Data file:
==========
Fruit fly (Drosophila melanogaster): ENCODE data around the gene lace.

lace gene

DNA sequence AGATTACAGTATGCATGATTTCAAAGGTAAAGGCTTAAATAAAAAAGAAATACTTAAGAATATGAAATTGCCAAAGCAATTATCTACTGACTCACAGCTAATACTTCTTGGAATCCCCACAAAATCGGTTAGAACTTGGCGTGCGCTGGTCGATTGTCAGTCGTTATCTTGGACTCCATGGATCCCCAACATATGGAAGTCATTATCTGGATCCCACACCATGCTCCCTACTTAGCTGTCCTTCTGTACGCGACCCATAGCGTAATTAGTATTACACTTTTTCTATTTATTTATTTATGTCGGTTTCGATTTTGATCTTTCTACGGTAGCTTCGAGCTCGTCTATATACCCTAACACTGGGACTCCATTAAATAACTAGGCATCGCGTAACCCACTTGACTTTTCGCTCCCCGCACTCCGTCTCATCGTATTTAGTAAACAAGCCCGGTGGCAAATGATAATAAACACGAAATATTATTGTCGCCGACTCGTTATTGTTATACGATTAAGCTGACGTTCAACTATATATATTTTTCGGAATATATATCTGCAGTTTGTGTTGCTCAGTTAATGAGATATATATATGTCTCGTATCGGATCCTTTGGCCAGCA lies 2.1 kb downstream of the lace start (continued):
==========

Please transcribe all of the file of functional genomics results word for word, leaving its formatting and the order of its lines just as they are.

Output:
Fruit fly (Drosophila melanogaster): ENCODE data around the gene lace.

lace gene

DNA sequence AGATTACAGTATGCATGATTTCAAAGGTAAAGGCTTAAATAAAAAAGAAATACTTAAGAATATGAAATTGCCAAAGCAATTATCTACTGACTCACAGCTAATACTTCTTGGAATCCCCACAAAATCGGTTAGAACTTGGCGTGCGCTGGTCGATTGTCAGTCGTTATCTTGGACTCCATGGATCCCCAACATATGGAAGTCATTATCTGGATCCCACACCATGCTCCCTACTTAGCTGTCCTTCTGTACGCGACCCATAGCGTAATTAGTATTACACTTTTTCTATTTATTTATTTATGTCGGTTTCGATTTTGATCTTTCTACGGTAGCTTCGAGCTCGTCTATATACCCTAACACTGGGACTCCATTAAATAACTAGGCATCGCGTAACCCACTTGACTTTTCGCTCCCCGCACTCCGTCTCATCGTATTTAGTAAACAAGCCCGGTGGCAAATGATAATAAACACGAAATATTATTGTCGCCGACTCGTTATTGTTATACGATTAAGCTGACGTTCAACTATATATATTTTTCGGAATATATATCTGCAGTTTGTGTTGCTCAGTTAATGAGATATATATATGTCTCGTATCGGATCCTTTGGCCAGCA lies 2.1 kb downstream of the lace start (continued):